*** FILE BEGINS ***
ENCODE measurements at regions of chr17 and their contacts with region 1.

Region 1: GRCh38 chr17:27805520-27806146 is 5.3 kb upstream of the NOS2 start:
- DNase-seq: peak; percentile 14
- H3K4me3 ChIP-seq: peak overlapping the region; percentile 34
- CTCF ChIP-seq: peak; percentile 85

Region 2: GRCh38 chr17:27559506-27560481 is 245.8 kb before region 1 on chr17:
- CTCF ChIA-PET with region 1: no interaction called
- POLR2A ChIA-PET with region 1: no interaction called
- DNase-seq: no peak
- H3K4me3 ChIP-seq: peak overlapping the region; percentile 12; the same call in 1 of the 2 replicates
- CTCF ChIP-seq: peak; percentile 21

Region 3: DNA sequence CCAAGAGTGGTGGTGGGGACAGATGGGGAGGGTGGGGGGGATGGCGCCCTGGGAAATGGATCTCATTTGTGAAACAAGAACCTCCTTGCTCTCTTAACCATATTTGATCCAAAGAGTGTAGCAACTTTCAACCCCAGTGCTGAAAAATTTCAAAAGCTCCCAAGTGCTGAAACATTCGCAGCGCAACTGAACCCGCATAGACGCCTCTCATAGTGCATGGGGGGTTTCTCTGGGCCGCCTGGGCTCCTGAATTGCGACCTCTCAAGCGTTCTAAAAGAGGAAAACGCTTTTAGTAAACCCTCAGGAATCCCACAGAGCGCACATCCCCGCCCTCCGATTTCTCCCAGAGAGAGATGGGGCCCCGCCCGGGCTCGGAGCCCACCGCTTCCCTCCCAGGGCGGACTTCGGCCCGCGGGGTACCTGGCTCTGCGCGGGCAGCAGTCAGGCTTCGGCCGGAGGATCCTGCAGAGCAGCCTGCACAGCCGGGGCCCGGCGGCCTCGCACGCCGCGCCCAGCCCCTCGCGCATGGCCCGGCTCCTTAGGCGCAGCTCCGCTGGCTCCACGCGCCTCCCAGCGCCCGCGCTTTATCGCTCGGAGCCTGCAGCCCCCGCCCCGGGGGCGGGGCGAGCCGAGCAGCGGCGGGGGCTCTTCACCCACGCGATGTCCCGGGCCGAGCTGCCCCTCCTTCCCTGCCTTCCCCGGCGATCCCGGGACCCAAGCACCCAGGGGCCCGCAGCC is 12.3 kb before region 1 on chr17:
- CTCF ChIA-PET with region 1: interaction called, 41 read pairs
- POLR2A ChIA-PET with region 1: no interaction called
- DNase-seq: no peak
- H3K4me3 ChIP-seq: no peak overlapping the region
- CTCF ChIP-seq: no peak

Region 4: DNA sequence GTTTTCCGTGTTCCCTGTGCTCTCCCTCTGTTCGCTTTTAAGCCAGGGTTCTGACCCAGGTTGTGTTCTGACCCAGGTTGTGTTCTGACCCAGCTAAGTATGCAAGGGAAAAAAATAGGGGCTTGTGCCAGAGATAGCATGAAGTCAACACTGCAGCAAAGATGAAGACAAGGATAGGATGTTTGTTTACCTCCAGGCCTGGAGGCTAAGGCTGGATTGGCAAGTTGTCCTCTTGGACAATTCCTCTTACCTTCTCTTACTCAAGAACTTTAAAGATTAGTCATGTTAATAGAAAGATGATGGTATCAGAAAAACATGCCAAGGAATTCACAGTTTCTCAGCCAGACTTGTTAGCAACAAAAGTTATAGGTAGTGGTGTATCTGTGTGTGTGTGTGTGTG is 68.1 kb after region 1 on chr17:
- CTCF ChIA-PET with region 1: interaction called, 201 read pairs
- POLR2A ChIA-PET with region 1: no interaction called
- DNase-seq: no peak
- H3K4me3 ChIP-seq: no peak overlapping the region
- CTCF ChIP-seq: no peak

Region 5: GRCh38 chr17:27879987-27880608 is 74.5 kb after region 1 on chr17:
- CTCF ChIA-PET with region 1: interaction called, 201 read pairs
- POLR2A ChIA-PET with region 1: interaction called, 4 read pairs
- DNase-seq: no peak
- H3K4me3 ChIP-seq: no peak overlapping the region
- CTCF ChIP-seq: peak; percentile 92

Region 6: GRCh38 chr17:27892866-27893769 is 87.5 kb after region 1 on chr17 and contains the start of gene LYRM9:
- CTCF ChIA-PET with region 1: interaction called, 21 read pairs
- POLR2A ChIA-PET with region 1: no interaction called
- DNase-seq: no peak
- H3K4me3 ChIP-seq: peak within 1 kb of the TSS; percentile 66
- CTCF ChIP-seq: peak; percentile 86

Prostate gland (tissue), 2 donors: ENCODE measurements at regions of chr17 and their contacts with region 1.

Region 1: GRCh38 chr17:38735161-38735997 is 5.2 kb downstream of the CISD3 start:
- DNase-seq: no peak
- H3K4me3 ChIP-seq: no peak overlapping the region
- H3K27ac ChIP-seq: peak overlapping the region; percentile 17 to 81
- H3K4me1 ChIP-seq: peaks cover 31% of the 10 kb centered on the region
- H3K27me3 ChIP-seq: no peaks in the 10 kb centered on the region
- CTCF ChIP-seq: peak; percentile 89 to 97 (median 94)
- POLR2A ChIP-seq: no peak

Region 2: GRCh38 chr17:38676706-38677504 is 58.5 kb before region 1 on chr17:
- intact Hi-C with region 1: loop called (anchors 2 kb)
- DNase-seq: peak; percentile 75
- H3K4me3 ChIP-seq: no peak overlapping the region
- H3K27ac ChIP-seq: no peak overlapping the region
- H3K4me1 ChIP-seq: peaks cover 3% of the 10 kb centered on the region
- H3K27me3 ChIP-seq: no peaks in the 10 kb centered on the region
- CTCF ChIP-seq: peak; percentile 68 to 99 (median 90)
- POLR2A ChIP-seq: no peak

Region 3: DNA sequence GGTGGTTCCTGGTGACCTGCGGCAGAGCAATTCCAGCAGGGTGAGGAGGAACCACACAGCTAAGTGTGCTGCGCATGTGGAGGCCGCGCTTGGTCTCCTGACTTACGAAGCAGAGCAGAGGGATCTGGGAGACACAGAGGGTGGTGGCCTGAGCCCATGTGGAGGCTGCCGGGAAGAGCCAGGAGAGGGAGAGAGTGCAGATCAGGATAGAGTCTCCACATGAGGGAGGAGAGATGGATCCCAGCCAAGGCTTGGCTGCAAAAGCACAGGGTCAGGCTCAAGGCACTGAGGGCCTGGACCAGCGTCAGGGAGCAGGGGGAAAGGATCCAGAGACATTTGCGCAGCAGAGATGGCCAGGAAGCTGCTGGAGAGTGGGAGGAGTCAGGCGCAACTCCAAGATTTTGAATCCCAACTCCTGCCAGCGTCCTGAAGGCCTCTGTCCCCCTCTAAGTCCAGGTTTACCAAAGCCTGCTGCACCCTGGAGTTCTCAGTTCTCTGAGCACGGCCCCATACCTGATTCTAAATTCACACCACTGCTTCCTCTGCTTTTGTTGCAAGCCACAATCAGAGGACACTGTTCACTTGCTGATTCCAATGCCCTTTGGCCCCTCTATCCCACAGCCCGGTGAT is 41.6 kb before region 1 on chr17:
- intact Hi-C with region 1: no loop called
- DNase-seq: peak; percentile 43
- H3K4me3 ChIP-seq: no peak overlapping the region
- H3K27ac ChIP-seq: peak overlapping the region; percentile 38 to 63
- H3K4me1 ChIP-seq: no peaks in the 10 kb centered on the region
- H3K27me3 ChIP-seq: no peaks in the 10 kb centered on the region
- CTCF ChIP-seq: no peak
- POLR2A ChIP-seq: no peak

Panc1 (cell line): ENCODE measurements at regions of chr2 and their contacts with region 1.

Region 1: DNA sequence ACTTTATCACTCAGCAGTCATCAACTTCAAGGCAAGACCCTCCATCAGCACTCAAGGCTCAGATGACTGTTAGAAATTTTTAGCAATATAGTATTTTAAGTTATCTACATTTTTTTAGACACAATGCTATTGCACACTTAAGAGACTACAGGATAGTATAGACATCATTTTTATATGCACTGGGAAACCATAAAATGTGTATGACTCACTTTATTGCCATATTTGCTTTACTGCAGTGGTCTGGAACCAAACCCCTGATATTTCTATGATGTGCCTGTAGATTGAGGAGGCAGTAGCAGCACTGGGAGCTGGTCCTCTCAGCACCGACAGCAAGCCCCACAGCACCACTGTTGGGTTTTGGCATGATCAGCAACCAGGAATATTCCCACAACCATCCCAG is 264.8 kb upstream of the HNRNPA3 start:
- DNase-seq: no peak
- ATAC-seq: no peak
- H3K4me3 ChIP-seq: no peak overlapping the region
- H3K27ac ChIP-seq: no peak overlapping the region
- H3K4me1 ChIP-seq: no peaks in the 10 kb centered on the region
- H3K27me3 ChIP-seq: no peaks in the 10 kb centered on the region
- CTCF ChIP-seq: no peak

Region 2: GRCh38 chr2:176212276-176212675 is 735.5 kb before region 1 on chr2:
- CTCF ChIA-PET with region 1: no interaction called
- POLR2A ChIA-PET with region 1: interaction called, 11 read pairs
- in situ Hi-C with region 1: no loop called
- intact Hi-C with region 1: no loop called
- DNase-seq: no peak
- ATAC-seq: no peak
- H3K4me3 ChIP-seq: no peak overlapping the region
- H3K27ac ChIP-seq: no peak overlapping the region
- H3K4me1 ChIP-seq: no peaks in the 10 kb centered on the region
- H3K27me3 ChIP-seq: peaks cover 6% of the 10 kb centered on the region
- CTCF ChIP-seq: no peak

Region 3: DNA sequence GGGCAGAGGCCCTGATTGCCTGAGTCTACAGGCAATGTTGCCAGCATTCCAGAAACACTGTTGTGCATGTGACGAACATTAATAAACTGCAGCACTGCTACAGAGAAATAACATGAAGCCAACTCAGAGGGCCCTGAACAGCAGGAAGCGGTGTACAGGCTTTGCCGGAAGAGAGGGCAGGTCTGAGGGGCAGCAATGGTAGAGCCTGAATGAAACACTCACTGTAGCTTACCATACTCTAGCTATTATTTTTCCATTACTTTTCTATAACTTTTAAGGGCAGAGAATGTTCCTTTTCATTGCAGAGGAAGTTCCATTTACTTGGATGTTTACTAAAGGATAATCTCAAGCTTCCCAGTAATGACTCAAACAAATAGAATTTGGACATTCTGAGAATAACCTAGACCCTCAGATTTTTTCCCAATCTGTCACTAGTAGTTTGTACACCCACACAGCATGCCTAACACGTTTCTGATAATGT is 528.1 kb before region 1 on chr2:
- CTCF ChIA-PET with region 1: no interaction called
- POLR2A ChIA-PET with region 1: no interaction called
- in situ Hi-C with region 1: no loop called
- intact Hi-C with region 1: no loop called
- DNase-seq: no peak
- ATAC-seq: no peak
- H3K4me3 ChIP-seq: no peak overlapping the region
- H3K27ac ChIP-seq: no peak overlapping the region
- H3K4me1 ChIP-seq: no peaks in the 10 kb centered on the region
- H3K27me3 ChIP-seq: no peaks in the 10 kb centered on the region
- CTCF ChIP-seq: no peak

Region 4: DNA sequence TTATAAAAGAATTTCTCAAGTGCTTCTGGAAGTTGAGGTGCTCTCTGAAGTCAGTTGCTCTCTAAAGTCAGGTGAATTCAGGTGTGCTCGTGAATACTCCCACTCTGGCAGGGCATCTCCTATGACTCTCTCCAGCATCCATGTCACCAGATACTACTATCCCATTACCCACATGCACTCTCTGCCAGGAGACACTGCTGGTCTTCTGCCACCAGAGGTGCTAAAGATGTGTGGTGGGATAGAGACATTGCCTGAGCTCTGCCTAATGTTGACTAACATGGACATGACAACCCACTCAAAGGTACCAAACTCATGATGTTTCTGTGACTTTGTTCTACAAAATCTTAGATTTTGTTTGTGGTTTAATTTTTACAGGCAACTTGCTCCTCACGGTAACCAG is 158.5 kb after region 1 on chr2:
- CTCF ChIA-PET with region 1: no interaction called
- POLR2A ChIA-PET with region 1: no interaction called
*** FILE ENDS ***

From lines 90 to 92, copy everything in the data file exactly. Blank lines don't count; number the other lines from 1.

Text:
- ATAC-seq: no peak
- H3K4me3 ChIP-seq: no peak overlapping the region
- H3K27ac ChIP-seq: no peak overlapping the region